6 Lessons from a Tiny Home That Will Inspire Your Wardrobe

“Can you have sex in a tiny house loft without hitting your head? Where does your poop go?” Apparently among the tiny home community, it takes a mere 10 minutes for the discussion to come to these questions of basic human function. I’m not able to answer these from first hand experience but I’m told all works out just fine.

I was in search of answering a broader question of human functions. “Is a tiny home livable?” And “Where do people put all their  clothes?” I know hundreds of tiny homes have been built in the U.S. in the last year, the stories are all over Pinterest, and there are at least three reality shows on the subject, but I needed to live it for myself.

Tiny homes can range from 100­500 square feet while the average American home is 2,678. Only 59,000 homes built in 2013 came with less than two bedrooms, compared with more than a quarter million with four bedrooms or more. My overnight was in a 200 square foot model (including loft) that nobody had ever stayed in, built by Titan Home Builders. I was just as excited about being the first to sleep there as I was to sleep there at all. Is there really something to all this hype and what can it mean for the sustainable clothing movement? ​The tiny home movement and the sustainable fashion movement are both fairly young, and gaining traction with press and followers. It made sense to me that they could help each other.

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Prince sang “I Feel For You” on my tiny speaker and I heard the water filling a tiny bathtub while I chopped mushrooms. Candles on the stairs led to a cozy sleeping loft awaiting me with a soft blanket. Everything I need to survive and then some. A place to cook, a place to bathe, a place to sleep in safety. I embarked on this exploration with the mission not only to understand how tiny living could have a place in the eco­fashion movement, but I needed first hand experience before I proposed building them in my hometown of Evanston,IL to address homelessness and the dwindling inventory of affordable housing. It turns out that the tiny home had big solutions for all of these afflictions.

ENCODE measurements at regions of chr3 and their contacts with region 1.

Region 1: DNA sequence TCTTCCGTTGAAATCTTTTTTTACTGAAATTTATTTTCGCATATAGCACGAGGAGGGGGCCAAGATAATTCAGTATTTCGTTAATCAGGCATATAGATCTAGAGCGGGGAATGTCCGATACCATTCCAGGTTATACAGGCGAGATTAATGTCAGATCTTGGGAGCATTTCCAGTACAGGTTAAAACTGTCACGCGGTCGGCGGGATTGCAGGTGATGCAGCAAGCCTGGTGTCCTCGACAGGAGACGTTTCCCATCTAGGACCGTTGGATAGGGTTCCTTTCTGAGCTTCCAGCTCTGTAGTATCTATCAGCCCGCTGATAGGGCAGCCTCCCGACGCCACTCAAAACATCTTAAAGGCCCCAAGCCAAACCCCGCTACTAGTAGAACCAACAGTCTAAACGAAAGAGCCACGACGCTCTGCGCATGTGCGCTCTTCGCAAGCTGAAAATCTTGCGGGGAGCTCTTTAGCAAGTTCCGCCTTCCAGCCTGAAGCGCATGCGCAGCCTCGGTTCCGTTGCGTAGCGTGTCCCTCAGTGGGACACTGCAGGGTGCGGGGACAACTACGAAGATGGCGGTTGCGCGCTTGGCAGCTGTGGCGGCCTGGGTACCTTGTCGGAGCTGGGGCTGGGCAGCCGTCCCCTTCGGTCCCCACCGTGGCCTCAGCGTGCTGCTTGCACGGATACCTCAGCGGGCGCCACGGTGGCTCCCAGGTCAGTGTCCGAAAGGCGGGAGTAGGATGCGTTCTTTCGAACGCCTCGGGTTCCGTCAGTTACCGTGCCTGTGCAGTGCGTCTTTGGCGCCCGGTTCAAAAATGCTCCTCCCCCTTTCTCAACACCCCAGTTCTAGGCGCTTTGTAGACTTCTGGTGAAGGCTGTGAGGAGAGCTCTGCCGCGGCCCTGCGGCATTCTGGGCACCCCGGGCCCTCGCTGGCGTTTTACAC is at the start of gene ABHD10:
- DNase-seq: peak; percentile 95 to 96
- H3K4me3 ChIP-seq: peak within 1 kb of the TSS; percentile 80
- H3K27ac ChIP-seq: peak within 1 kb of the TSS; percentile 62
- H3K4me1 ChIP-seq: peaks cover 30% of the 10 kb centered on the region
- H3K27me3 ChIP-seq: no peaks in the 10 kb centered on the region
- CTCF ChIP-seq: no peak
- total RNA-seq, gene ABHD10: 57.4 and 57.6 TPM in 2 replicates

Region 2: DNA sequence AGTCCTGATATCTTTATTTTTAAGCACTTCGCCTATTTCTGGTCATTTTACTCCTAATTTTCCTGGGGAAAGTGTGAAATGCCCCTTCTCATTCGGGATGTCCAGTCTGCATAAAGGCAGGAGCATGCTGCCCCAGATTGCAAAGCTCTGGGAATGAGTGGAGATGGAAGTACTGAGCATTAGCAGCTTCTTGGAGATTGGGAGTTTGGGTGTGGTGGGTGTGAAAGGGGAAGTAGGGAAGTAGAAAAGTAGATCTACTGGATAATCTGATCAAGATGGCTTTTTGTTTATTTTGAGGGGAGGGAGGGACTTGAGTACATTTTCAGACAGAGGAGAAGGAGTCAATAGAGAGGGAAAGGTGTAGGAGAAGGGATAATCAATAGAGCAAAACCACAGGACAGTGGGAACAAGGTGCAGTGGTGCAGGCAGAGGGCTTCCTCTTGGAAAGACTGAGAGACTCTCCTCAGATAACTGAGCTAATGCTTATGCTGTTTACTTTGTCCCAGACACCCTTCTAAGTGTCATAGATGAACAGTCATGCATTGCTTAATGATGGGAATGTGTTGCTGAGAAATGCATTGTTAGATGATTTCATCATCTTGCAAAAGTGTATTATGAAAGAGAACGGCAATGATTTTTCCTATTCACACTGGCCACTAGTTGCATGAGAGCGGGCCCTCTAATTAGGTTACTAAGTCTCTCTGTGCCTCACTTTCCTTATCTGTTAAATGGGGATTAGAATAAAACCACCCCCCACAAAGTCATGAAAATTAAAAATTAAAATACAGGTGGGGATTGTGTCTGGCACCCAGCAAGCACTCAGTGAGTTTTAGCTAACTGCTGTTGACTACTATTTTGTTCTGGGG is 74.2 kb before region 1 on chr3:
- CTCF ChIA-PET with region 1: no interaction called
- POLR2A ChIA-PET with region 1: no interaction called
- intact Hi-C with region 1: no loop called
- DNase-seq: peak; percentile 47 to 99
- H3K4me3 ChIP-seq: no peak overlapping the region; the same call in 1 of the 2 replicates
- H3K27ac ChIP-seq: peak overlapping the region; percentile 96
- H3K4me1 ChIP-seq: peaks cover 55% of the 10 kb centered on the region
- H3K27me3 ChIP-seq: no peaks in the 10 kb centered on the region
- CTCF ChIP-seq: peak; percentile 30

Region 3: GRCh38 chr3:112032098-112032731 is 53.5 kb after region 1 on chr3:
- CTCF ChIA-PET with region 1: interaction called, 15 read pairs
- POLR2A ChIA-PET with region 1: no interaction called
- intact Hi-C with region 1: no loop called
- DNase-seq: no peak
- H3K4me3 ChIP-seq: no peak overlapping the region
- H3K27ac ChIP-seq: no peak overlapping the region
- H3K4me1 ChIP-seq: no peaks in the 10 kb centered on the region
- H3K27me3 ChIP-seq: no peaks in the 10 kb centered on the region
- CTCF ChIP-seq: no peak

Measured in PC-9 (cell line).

5 big lessons ​revealed themselves during my stay in the tiny home:

  1. We don’t need so much stuff. ​Clean, cook, sleep. We may think of these things as basics. They fulfill basic human needs. My tiny home sleepover made me realize via a physical felt sense that when my basic needs were met by that simple, small roof, I didn’t want for much else. There was something about having everything paired down to the basics that illuminated how little I really needed. Not once did I start thinking, “Oh, how would I fit all of my clothes here?!” Actually, that’s false. I did think that. But it was immediately followed by the thought, “Forget all those clothes. How few clothes can I live with? I could put a little shelf here. When I got sick of them after a couple years, I’d go to a clothing swap or a second hand store.” It gave me a renewed motivation in my mission to reduce clothing waste and have less stuff in general. As I launch a sustainable, versatile clothing brand, and plan what I want to be a quarterly clothing swap in partnership with a boutique in Evanston, the experience of knowing how little we truly need was validating.